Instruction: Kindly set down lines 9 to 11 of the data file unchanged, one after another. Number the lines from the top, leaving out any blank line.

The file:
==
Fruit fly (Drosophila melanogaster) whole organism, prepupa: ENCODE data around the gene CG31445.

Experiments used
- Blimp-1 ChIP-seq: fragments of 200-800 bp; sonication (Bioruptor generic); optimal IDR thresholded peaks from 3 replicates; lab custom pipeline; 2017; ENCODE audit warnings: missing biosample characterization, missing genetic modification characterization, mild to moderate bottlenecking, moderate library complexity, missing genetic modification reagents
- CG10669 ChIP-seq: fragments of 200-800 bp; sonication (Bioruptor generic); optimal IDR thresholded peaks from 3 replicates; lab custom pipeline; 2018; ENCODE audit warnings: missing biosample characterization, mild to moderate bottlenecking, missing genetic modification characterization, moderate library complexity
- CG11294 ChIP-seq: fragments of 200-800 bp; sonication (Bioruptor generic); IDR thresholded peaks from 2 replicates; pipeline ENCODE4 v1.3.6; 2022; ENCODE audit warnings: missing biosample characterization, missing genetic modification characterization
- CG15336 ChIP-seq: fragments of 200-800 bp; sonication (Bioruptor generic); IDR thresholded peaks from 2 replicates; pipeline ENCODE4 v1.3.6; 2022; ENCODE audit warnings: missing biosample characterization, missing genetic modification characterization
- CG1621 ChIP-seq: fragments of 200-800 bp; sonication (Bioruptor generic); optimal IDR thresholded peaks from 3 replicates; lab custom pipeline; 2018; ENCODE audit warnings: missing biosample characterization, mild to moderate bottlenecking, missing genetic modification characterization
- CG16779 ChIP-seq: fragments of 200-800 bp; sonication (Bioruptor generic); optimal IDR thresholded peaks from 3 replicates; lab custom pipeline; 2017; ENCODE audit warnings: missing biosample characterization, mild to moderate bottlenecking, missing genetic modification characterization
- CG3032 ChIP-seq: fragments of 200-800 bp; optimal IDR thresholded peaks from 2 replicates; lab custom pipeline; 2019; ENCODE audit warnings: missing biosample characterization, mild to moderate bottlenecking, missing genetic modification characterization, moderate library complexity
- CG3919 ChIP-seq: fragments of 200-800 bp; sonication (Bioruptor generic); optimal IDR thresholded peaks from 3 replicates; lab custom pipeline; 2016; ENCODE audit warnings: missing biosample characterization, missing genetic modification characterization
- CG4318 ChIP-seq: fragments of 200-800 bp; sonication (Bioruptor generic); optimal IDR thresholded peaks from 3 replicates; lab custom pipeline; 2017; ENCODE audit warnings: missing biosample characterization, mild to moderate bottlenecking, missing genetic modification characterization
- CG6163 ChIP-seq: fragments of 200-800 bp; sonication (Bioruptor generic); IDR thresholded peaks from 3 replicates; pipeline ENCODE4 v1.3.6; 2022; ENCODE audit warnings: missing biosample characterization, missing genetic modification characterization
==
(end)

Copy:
- CG3032 ChIP-seq: fragments of 200-800 bp; optimal IDR thresholded peaks from 2 replicates; lab custom pipeline; 2019; ENCODE audit warnings: missing biosample characterization, mild to moderate bottlenecking, missing genetic modification characterization, moderate library complexity
- CG3919 ChIP-seq: fragments of 200-800 bp; sonication (Bioruptor generic); optimal IDR thresholded peaks from 3 replicates; lab custom pipeline; 2016; ENCODE audit warnings: missing biosample characterization, missing genetic modification characterization
- CG4318 ChIP-seq: fragments of 200-800 bp; sonication (Bioruptor generic); optimal IDR thresholded peaks from 3 replicates; lab custom pipeline; 2017; ENCODE audit warnings: missing biosample characterization, mild to moderate bottlenecking, missing genetic modification characterization